As the year comes to a close, we’ve been thinking about our incredible community and how every one of you has made it possible for Kula to serve a growing number of individuals and populations each year.
The most fulfilling aspect of this work is knowing that Kula makes yoga, meditation, and all its positive effects accessible to those who wouldn't otherwise have the opportunity. This wouldn’t be possible without our volunteer yoga instructors, in particular. Our volunteer team is dedicated not only to teaching students how to properly practice yoga and meditation, but to doing it in a way that is nurturing, kind, and life-giving.
As you may know, yoga and meditation are beneficial to all who practice, no matter their level of experience, including teachers, students, and those who practice on their own. It has many medical benefits, such as increased immunity, decreased pain, and a more relaxed nervous system, as well as psychological benefits like reduced anxiety and depression, improved impulse control, and increased healthy coping strategies. These benefits are the number one reason we work so hard to offer yoga and meditation to people who are struggling with issues around mental and physical health. But for volunteers, there’s even more to it.
We’ve heard from many of our instructors that teaching yoga isn’t just beneficial for the students – it has a positive effect on their own mental and emotional wellbeing as well. Here’s what one of our instructors had to say about her experience teaching yoga to those struggling with addiction at Integrity House:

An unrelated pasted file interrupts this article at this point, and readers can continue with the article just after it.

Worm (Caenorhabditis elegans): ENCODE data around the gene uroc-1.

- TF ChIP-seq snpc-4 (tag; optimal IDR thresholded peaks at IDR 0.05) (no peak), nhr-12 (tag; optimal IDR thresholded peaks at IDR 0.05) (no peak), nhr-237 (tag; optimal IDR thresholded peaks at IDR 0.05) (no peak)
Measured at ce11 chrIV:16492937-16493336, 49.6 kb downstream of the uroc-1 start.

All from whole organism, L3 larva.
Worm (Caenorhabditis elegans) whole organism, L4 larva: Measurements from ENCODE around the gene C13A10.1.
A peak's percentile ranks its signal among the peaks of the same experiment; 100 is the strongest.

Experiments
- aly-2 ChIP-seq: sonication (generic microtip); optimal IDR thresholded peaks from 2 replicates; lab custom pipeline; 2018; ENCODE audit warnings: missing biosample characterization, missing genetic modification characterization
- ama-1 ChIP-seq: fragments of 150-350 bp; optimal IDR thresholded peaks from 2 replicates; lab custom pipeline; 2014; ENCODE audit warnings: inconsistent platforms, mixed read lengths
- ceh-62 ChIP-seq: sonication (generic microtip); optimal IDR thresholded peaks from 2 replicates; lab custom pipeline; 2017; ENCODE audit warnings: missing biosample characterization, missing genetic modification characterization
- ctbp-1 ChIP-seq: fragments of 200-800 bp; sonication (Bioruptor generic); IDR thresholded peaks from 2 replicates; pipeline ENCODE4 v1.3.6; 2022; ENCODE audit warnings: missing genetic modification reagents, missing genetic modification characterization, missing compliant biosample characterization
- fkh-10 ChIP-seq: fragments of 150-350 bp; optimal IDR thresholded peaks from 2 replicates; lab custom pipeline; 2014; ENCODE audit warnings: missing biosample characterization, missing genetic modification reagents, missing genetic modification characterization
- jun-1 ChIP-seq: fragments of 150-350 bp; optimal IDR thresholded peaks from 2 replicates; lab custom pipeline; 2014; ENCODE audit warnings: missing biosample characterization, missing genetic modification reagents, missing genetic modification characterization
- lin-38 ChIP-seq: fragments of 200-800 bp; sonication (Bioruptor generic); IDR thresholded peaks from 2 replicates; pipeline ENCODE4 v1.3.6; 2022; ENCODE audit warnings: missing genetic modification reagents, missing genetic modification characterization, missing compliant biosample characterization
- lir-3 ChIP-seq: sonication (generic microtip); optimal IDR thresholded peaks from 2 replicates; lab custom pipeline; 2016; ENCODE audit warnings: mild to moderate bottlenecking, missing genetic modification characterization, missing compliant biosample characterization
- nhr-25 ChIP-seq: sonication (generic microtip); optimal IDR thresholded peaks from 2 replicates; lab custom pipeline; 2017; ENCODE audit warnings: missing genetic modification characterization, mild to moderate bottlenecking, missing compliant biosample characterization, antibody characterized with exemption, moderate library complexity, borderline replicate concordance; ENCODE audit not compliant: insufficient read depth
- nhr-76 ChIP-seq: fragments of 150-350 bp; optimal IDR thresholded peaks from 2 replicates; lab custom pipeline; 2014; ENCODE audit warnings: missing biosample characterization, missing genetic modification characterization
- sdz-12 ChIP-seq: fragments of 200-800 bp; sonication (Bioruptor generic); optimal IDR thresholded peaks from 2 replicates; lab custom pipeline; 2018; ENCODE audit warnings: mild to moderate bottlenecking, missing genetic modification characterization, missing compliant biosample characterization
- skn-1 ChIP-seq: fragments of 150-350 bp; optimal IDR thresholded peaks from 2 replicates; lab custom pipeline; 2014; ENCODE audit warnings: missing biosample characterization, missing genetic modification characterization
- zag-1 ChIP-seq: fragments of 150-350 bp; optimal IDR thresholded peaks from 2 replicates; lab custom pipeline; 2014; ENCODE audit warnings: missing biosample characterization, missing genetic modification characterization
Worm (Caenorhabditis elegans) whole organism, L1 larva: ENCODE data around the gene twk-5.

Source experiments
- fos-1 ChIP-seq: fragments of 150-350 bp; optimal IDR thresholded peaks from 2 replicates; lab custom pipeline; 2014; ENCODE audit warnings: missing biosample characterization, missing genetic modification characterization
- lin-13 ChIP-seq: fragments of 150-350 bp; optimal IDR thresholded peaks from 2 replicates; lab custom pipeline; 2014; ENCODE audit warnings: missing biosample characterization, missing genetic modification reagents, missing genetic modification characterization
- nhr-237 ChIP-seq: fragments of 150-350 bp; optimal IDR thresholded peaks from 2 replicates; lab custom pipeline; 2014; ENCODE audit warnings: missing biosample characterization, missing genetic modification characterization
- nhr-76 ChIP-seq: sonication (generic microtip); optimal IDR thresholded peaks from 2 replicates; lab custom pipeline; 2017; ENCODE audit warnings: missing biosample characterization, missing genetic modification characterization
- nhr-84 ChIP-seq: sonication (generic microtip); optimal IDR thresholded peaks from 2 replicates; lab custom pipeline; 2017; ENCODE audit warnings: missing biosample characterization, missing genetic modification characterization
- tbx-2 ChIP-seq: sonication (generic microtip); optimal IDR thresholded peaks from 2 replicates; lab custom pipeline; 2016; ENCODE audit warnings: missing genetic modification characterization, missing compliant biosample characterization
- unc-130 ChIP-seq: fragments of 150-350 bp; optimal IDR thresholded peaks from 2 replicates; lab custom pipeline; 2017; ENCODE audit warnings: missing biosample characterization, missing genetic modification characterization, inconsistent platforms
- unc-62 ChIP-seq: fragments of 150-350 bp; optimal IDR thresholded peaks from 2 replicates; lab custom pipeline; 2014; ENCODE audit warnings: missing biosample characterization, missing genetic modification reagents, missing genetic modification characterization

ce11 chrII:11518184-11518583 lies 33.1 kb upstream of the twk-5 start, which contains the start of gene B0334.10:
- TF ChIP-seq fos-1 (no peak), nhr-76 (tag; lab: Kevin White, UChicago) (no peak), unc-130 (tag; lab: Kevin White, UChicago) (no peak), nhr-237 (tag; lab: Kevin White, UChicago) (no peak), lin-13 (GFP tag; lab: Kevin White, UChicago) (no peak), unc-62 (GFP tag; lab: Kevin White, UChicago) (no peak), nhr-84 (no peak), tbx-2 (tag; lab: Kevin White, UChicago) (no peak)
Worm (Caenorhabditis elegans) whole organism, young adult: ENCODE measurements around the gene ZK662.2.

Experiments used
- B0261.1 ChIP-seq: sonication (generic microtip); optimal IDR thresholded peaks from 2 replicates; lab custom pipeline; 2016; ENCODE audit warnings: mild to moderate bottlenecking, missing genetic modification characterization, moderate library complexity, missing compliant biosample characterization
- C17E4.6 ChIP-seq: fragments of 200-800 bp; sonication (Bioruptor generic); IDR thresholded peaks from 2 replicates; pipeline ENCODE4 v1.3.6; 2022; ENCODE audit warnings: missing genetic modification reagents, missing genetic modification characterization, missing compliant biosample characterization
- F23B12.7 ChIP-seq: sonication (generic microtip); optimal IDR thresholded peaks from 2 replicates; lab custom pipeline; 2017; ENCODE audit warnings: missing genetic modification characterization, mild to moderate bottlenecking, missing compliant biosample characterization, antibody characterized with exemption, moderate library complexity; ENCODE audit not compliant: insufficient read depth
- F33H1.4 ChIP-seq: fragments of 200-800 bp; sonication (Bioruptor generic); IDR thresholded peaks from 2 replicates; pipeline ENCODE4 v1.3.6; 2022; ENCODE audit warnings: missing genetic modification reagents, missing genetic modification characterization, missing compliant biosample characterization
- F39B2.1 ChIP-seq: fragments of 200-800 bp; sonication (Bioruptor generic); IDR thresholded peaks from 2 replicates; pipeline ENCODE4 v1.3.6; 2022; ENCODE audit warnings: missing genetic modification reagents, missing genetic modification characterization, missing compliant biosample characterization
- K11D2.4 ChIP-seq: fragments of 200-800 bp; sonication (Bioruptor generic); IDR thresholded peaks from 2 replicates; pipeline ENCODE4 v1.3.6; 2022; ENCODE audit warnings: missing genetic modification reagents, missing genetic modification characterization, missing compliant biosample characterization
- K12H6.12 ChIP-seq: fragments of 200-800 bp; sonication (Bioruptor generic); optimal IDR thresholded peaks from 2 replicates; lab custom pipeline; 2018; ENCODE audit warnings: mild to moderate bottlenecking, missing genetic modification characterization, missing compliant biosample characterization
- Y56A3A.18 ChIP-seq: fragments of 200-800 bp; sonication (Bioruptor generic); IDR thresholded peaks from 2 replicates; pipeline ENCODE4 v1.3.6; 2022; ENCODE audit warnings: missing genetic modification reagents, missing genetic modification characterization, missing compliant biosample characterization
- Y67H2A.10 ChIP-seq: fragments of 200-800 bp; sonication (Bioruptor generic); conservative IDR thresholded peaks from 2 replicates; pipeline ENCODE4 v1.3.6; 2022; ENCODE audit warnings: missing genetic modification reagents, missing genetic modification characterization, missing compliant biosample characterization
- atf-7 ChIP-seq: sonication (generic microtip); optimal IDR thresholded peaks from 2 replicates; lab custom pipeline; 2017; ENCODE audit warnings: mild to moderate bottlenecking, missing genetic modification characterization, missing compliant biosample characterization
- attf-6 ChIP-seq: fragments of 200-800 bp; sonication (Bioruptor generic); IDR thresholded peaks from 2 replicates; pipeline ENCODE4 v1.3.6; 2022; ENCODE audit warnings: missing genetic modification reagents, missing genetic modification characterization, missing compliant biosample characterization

“What connects us and opens (the students) up is not the content of the asana sequence, but my willingness to become vulnerable with them. They know my story. I’ve shared my pain, my joy and my gratitude for recovery with them. There is no judgment or expectation of them…I feel their energy, open my heart, and magic happens. What seems like such a small offering means so much to these women, and is so powerful to those who are ready to receive it.”
These positive mental and emotional effects of volunteering are well-supported by research as well. At the London School of Economics, for example, researchers found that the more their study participants volunteered, the happier they were – a metric that increased the more frequently they volunteered their time. This correlation was a result of a number of factors, including a connection to others; support in counteracting the effects of stress, anger, and anxiety; a sense of purpose; and feelings of joy and fulfillment.
We can speak to this from personal experience as well: as a volunteer yoga instructor, you’re not only doing good for others, you’re also doing good for yourself through the combined positive effects of your practice and supporting others. We’re so grateful for our volunteers, and are always thrilled to hear them say that they’ve felt these benefits while working with Kula.
If you’re interested in becoming a volunteer yoga instructor in the New Year, we would absolutely love to connect. The more committed and passionate individuals who are willing to dedicate any portion of their time to seva, the more programming we can offer to those who need yoga and meditation most. You can learn more about our current programs here, and find out more about volunteering with Kula here. To see the impact of our volunteers’ service, check out other blog posts, and follow us on Facebook, Twitter, and Instagram.
Wishing our wonderful community a beautiful holiday season, and a happy New Year!